"Que de livres il absorba," exclaims his biographer, “si on nous passe cette expression. La suite a prouvé que sa lecture d'alors fut immense; lettres, théologie, histoire, mathématiques, il entassa tout dans sa mémoire, non pêle-mêle et avec confusion, mais avec ordre, clarté, discernement, à tel point que, même dans sa vieillesse la plus avancée, il ne se trompait pas sur la date la plus insignificante."-Pp:44.

M. Clausel de Montals, like all the other members of his family, was an ardent Legitimist, and naturally he hailed the Restoration of the Bourbons with intense delight. Soon after their return he was invited to preach a station, as well as several detached sermons, before the king, which attracted great attention.

One sermon delivered before the Court of Louis XVIII. in 1817 was particularly admired, and was eulogised in many of the periodicals of the day. About this period he became Almoner to Madame, an office which is usually considered as a stepping-stone to the highest dignities. The Abbé de Montals was generally pointed out from this time as likely to be presented to a Bishopric. Indeed it was a matter of astonishment to many that he had not yet obtained the mitre, and the more so as he appeared to possess all the necessary qualifications for the office. At length, on the 26th April, 1824, he was, on the nomination of his friend Frayssinous, who was now Bishop of Hermopolis, and minister of ecclesiastical affairs, appointed by royal ordinance to the Bishopric of Chartres, which had become vacant by the translation of Mgr. de Latil to the Archbishopric of Rheims. He was consecrated on the 22nd August, in the chapel of the seminary of S. Sulpice. He was so deeply moved on the occasion that he fainted at the conclusion of the ceremony, to the great alarm of all present. As he waited on the king, previous to repairing to his diocese, Charles X. alluded to this event, and expressed the high opinion he had formed of him; whilst the daughter of Louis XVI. presented him with a magnificent crozier and a gold mitre as a token of the respect and affection she felt for the new Bishop, her former chaplain.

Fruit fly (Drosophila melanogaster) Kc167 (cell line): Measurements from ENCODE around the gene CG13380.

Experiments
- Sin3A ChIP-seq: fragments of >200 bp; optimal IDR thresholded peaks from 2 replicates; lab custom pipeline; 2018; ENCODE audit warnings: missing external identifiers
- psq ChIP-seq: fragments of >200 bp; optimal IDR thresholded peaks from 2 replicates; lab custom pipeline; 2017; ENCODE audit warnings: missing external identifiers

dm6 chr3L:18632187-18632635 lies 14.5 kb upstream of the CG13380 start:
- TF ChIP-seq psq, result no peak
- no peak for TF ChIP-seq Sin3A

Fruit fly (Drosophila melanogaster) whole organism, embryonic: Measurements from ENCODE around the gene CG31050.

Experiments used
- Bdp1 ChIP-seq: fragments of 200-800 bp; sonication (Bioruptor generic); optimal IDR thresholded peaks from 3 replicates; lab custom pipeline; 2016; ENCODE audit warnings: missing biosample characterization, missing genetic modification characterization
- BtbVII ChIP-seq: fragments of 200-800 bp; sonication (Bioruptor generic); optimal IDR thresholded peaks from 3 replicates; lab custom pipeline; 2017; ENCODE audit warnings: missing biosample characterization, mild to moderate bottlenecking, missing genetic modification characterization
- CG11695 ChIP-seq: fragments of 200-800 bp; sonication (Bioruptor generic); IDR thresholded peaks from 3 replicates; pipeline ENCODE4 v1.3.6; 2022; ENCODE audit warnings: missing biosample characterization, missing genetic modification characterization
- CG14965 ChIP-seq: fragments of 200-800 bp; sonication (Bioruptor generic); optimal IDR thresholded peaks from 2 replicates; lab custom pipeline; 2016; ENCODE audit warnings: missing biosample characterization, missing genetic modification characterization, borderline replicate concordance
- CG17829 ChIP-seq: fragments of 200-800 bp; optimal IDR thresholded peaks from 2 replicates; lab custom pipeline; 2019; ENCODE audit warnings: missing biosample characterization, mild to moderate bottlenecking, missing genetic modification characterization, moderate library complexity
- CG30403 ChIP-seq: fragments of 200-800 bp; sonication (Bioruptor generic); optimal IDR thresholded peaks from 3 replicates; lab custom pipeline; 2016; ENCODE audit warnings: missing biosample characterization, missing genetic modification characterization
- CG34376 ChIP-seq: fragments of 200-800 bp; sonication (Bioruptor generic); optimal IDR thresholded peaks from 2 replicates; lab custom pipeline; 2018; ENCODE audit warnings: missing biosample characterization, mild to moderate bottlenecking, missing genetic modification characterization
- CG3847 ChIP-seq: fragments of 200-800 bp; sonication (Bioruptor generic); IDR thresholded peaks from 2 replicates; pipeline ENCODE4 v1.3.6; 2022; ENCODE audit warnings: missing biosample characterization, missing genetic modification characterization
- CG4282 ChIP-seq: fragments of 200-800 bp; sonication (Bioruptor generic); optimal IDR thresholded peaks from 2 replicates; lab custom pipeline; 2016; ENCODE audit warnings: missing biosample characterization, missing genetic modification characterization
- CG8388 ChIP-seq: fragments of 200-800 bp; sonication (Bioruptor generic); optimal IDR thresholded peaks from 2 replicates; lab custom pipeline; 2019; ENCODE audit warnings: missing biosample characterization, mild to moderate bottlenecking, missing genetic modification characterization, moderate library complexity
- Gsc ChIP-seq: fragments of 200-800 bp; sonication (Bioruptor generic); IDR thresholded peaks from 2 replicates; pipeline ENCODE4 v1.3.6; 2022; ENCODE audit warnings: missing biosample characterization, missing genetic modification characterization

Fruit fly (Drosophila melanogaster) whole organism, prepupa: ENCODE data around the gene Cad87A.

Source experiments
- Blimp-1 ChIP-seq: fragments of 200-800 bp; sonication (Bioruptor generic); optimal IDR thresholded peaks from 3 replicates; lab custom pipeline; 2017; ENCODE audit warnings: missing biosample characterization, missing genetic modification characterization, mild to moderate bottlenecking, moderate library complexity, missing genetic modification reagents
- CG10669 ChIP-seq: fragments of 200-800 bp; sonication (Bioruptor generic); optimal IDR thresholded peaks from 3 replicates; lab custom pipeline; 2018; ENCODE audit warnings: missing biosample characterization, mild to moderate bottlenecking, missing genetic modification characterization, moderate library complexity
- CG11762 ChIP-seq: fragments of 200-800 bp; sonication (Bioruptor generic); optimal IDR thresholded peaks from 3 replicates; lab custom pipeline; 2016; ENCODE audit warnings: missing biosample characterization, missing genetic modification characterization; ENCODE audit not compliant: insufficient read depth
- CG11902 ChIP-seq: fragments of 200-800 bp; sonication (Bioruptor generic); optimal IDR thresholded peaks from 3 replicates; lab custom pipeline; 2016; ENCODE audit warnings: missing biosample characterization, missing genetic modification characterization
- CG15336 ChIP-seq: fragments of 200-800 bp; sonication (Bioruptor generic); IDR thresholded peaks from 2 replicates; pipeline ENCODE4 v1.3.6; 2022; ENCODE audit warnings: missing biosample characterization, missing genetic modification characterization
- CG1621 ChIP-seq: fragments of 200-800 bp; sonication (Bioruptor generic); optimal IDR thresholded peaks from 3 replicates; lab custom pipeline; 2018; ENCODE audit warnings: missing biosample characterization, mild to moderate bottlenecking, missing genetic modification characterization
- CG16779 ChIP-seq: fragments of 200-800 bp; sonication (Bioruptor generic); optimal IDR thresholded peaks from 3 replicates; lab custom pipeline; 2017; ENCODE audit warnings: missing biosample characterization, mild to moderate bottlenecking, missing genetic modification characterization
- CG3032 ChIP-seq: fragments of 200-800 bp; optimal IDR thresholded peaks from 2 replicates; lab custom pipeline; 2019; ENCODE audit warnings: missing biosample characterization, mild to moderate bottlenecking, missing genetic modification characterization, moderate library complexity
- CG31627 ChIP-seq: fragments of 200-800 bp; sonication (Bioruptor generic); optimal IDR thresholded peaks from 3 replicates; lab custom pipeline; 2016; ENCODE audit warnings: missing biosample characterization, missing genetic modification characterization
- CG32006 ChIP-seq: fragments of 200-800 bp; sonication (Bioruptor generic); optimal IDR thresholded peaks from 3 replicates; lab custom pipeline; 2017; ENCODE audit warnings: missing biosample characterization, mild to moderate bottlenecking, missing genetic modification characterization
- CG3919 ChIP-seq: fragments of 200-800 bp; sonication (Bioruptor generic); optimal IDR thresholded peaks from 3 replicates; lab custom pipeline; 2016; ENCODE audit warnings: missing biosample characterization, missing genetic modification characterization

The diocese of Chartres was not in the best of conditions when the new Prelate took possession of it. It was one of the sees abolished at the Revolution, and it had only been re-established three years

before M. Clausel de Montals' presentation to it. Mgr. de Latil, during those three short years that he held the see, had doubtless done a great deal, but there remained much to accomplish. The first object to which the new Prelate directed his attention was the establishment of a petit seminaire. Different charitable persons gave considerable sums of money, but the amount contributed was not sufficient for the purpose. The Bishop hit upon the following plan to supply the deficiency:

“A sa voix des sociétés de dames pieuses se forment sur tous les points du diocèse; des quêtes fructueuses se font partout à l'envi; on parvient à amasser assez d'argent pour acheter une ancienne abbaye des Génovéfains, entourée de cours spacieuses, de vastes jardins et d'un bois très-agréable ; les enfants du sanctuaire s'y assemblent; et il commence le cours de ses destinées, ce petit seminaire de Saint-Cheron, d'où sortiront tant de prêtres vertueux, savants, éloquents; d'où sortira entre autres cet évêque, l'orgueil non-seulement de notre contrée, mais désormais l'orgueil de toute l'Eglise.”—P. 48.

If we mistake not, the Bishop here alluded to is Mgr. Pie himself, who preached the late Bishop of Chartres' funeral sermon. He received his education at the seminary of S. Cheron, and was on terms of great intimacy with the deceased Prelate, though, judging from the published writings of both, we should say they did not always agree on various theological points.

The Bishop of Chartres next directed his attention to the orga